10 September 2017
I was a backpacker the first time I visited Amsterdam. I was travelling with a bunch of friends and I remember long, sunny days cruising the canals, queuing to visit the Anne Frank House, and gawking at all the peculiarities that come with drifting around the red-light district after dark.
When I returned years later with my husband, it was a completely different city. Perhaps, I thought initially, it was because I had changed. But I quickly realised Amsterdam had changed too. Major museums had been revamped, neighbourhoods had completely changed, even the people of Amsterdam appeared to have more spring in their step ... that is, when they were actually walking. Because it seemed that more people were cycling than ever.
Over the last 40 years the Dutch government has invested substantially in cycling infrastructure, achieving a very desirable outcome – people began to cycle more, car usage went down and Amsterdam was declared the most bicycle-friendly city in the world in 2013. The number of cyclists in the city continues to grow, with up to 70 per cent of journeys now made by bike. Given all this, it seems rude not to join the crowd.
I’ve rented a bike with a huge cushioned seat and a big basket for my shopping, stopping first at Saturday morning’s Noordermarkt (located in the square of the same name) in the Jordaan neighbourhood.
Great for vintage finds and tasty organic food, Noordermarkt is a bustling hive of activity when I arrive mid-morning. Families mill around a pancake stall, waiting for a woman sporting a white lace bonnet to prepare
their weekend treat. A group of teenage girls, all wearing oversized sunglasses that shield half their faces, crowd around a sylph-like teenager selling floral vintage frocks.
A stocky man peddling organic eggs is bellowing something in Dutch, unmistakably excited about the quality of his produce. Whatever he is saying, it brings in the crowds. When I pass him, a mere 20 minutes later, his egg stash has been drastically diminished.
Beyond Noordermarkt, there’s plenty to see and do in the Jordaan. This once working-class neighbourhood is now transformed, crammed with fashionable boutiques and quirky galleries, pretty courtyards and cosy cafes hidden away in laneways that coil around like ribbons. I cycle slowly, stopping for coffee and cake, to browse in shops and to take photos of the charming terrace homes that seem to lean over the flower-lined canals.
Another gentrified spot, the Oostelijk Havengebied (Eastern Docklands) is worth a visit. This lakeside neighbourhood is sprawled over a number of artificial islands and bays, with plenty of fascinating design elements woven into its revitalisation. The bright-red, snake- like Python Bridge is one of the area’s most memorable wonders, while Amsterdam Roest is a lively open-air creative space that contains a beach bar, market and kitchen. Not far away, the Muziekgebouw – a contemporary music hall – is a remarkable building.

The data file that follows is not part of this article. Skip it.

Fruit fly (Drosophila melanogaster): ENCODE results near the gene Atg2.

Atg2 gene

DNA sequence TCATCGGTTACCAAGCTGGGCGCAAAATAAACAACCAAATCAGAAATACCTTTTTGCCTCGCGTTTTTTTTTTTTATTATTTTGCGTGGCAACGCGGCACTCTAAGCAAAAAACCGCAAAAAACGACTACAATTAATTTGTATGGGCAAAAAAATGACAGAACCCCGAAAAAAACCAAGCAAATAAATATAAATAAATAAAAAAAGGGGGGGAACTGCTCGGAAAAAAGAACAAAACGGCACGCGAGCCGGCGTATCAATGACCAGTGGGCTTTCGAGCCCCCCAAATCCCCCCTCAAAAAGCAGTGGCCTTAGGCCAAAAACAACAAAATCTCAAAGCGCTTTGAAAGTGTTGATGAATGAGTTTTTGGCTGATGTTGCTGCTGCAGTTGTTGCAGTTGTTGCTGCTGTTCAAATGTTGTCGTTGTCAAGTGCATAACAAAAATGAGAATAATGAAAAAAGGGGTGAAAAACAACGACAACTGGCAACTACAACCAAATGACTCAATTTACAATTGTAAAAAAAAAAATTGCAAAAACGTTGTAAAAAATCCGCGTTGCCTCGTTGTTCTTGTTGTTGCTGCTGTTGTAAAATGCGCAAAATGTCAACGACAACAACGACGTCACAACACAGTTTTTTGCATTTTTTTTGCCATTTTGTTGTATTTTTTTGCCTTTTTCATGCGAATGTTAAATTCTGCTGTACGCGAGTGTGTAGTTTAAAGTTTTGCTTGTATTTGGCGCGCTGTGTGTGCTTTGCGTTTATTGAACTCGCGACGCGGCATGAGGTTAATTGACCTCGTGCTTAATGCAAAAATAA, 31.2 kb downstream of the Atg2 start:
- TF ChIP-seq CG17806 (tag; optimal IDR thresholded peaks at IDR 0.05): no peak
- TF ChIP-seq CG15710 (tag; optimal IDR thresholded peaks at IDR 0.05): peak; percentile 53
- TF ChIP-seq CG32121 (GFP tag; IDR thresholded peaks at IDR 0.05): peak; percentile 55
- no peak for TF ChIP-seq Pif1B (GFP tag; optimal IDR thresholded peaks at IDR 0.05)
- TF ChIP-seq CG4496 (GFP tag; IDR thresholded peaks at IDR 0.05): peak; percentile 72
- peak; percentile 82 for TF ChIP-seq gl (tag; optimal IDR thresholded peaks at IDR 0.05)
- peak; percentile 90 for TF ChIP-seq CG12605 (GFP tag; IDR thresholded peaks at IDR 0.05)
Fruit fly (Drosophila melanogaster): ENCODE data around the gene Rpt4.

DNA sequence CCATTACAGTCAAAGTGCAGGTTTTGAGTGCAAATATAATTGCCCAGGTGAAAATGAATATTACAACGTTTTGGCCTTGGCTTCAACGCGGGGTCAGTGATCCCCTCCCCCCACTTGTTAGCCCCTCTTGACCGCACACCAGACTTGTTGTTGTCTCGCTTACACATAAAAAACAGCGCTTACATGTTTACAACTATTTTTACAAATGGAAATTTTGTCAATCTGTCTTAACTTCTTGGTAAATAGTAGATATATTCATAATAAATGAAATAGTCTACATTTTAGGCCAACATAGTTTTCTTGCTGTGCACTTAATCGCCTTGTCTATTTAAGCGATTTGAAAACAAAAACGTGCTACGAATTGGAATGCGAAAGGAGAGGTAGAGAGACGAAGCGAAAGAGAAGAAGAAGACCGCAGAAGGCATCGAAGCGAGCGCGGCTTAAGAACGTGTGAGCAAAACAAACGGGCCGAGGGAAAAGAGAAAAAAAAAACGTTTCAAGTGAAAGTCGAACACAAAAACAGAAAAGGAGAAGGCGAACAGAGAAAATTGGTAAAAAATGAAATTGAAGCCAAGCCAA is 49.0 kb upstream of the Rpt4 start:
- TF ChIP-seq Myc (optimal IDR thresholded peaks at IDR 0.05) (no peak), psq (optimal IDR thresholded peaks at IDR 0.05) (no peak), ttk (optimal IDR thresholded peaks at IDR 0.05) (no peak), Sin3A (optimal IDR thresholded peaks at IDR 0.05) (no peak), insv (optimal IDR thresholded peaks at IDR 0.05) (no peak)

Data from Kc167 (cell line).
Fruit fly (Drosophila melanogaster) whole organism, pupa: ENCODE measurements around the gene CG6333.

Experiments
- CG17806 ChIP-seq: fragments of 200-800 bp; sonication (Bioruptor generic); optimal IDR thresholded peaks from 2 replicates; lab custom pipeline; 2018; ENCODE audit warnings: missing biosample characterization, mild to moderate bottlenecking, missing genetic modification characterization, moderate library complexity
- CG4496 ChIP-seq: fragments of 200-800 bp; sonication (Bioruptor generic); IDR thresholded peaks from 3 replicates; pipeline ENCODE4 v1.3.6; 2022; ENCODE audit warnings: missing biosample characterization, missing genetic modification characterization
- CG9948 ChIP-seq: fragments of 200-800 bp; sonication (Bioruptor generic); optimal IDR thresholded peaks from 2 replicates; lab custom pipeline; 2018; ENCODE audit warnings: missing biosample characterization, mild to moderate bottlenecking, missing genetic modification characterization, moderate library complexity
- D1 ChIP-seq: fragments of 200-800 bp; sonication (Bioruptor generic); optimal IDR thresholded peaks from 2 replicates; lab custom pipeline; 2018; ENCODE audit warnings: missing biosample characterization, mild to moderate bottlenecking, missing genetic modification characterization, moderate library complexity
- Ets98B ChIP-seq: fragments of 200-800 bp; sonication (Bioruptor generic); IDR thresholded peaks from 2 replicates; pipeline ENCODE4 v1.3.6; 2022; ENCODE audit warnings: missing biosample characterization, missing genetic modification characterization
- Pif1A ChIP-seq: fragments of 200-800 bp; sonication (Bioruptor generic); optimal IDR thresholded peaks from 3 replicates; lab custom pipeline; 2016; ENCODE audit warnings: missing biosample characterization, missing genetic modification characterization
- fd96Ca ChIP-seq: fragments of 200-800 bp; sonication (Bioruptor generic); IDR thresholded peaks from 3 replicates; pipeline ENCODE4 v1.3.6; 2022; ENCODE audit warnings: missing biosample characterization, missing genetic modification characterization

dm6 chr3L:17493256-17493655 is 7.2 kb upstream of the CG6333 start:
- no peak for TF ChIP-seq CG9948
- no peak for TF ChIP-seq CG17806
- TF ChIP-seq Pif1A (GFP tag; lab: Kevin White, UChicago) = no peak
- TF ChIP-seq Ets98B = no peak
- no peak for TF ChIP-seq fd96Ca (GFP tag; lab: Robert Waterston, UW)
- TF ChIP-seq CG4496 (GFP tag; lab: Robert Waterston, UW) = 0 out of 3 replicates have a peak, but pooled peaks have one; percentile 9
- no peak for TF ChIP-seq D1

Warehouses have been transformed into contemporary apartment complexes with lush roof gardens, historical ships have been remodelled into swish restaurants, and there’s even a street (with a tongue-twister of a name: Scheepstimmermanstraat) where residents were given the opportunity to design their homes with the help of renowned architects.
Yet another recently revamped area, the Museumplein is the cultural heart of the city, home to
a cluster of world-class museums – the Rijksmuseum, the Van Gogh Museum and the Stedelijk Museum.
I devote an entire day to these three, starting with the Rijksmuseum, which was re-opened in 2013 after an ambitious 10-year renovation that cost about $500 million. It was worth it; the extensive revamp of the Dutch art and history museum was hailed as exceptional. Four years on, the foyers are still gleaming and the elegant and clever design of the exhibition spaces encourages everyone to linger.
After a quick snack of crunchy croquettes from FEBO (an iconic fast-food vending machine), I explore the Stedelijk Museum, where I lose myself in the enthralling contemporary art on display.
My cultural pilgrimage culminates at the Van Gogh Museum, where the legendary artist’s early landscapes keep me mesmerised until closing time.
Although Van Gogh painted many of his most famous works in France, he developed his skills as a young artist in his homeland, the Netherlands.
He was profoundly inspired by nature and I’m particularly drawn to those paintings that feature rivers and canals, perhaps because tomorrow I plan to kick back and relax by exploring Amsterdam’s extensive network of canals on an old wooden saloon boat.